Right-Handed Prospects Leaving Asheville, 2013-Present
Name Asheville ISO Modesto ISO Chng in ISO Asheville wOBA Modesto wOBA Chng in wOBA
Shane Hoelscher .201 .152 -.049 .432 .337 -.095
Rosell Herrera .172 .091 -.081 .426 .289 -.137
Mike Benjamin .225 .189 -.036 .423 .331 -.092
Francisco Sosa .215 .161 -.054 .421 .305 -.116
Steven Graeter .215 .069 -.146 .395 .270 -.125
Correlle Prime .228 .135 -.093 .381 .286 -.095
Drew Weeks .155 .113 -.042 .366 .284 -.082
Wes Rogers .119 .105 -.014 .348 .322 -.026
Wilfredo Rodriguez .089 .075 -.014 .348 .245 -.103
Matt Wessinger .119 .081 -.038 .346 .261 -.085
Josh Fuentes .131 .172 .041 .325 .353 .028
Juan Ciriaco .075 .081 .006 .314 .298 -.016
Luis Jean .053 .045 -.008 .304 .274 -.030
Average .154 .113 -.041 .371 .297 -.075

Here are the wOBAs for those players, submitted in graph form:

Aside from his suspect power numbers, Rodgers’ success came with a 20% strikeout rate. That may not seem all that bad, and it isn’t necessarily all that bad. But consider that hitters’ strikeout rates tend to increase as they climb the minor-league ladder. This suggests he may struggle to make contact at the upper levels. Ideally, you’d like to see a prospect make a bit more contact than that at the lower levels, particularly if his power output isn’t anything special.

Let’s set his hitting aside for a moment. After all, a shortstop doesn’t necessarily need to hit all that much to provide value as an everyday player. But Rodgers’ defensive and baserunning numbers haven’t matched up with the scouting reports, either. Eric Longenhagen rated him as a 50 runner, and predicted he’d be an average defender at short in the big leagues. Yet Rodgers stole a measly six bases last year, and Clay Davenport’s numbers saw him as merely an average defensive shortstop compared to his Low-A peers. Simply put, KATOH doesn’t see the same type of baserunning value and defensive prowess the scouts see.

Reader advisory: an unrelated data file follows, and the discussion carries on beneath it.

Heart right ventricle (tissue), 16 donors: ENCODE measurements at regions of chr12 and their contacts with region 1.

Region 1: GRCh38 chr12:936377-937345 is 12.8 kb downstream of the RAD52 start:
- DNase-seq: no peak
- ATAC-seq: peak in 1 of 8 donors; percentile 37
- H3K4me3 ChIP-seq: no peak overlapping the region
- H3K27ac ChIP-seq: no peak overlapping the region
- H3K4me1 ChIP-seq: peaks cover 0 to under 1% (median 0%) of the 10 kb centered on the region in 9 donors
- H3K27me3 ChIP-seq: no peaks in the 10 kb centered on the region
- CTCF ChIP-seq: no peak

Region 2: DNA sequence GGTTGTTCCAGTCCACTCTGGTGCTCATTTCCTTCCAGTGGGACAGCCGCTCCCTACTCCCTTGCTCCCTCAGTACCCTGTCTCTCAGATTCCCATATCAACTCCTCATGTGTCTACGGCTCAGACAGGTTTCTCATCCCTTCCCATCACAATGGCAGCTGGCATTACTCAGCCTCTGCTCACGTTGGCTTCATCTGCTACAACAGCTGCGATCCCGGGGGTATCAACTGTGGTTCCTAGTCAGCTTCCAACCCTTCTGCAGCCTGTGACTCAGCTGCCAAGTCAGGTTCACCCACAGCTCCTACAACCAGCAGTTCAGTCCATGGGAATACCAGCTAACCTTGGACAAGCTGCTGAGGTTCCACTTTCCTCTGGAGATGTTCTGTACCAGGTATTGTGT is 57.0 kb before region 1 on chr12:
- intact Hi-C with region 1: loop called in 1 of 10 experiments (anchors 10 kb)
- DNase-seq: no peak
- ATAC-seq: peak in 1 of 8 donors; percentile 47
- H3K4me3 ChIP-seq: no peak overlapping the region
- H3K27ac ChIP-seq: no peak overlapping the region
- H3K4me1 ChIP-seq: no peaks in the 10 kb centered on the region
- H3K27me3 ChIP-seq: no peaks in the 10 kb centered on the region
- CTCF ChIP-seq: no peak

None of this is to say that Brendan Rodgers isn’t a good prospect. Many, many intelligent people have watched him play and came away thinking he has star potential. It would be idiotic for me, or anyone else, to blindly defer to my dumb computer over them. Nevertheless, I think KATOH’s concerns are reasonable. Rodgers’ pro numbers have been more good than great, despite the fact that he played all of last year in a bandbox against weak competition. That’s a lot to swallow for a guy who’s supposedly an elite prospect.

Rodgers could easily break out in a big way in 2017 and make this entire article look stupid. He certainly wouldn’t be the first toolsy high-school draftee to piece it all together a couple of years after he was drafted, nor would he be the first player to make me look stupid. But here in March 2017, KATOH is very skeptical of Rodgers and it doesn’t think his top-20 rankings are justified. A few years from now, we’ll know if it was right.

Chris works in economic development by day, but spends most of his nights thinking about baseball. He writes for Pinstripe Pundits, FanGraphs and The Hardball Times. He's also on the twitter machine: @_chris_mitchell None of the views expressed in his articles reflect those of his daytime employer.

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Good stuff